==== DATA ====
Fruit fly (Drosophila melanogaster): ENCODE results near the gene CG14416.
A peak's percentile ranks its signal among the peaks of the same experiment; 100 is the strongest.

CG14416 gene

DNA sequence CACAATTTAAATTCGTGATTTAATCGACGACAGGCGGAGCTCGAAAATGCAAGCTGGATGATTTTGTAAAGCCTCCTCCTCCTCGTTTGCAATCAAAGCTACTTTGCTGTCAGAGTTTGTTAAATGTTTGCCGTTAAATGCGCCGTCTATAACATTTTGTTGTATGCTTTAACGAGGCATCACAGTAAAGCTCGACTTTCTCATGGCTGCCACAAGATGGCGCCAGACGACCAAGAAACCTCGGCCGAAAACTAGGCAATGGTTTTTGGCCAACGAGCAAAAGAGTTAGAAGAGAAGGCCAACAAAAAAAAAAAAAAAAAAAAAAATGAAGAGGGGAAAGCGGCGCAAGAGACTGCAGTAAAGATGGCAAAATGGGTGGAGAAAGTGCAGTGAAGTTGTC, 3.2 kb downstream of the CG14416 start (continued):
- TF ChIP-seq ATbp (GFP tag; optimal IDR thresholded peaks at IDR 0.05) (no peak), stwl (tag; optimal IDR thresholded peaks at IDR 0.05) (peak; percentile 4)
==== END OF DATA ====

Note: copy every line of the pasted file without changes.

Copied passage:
Fruit fly (Drosophila melanogaster): ENCODE results near the gene CG14416.
A peak's percentile ranks its signal among the peaks of the same experiment; 100 is the strongest.

CG14416 gene

DNA sequence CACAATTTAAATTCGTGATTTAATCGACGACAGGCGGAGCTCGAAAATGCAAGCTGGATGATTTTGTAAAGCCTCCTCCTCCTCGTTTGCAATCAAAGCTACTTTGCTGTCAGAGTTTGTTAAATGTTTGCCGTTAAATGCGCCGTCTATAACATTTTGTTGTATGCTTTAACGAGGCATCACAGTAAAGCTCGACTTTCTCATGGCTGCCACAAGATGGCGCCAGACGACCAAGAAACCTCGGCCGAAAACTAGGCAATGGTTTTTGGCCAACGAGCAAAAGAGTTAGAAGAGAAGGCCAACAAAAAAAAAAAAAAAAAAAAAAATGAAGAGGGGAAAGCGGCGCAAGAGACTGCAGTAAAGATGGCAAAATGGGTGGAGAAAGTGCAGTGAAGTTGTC, 3.2 kb downstream of the CG14416 start (continued):
- TF ChIP-seq ATbp (GFP tag; optimal IDR thresholded peaks at IDR 0.05) (no peak), stwl (tag; optimal IDR thresholded peaks at IDR 0.05) (peak; percentile 4)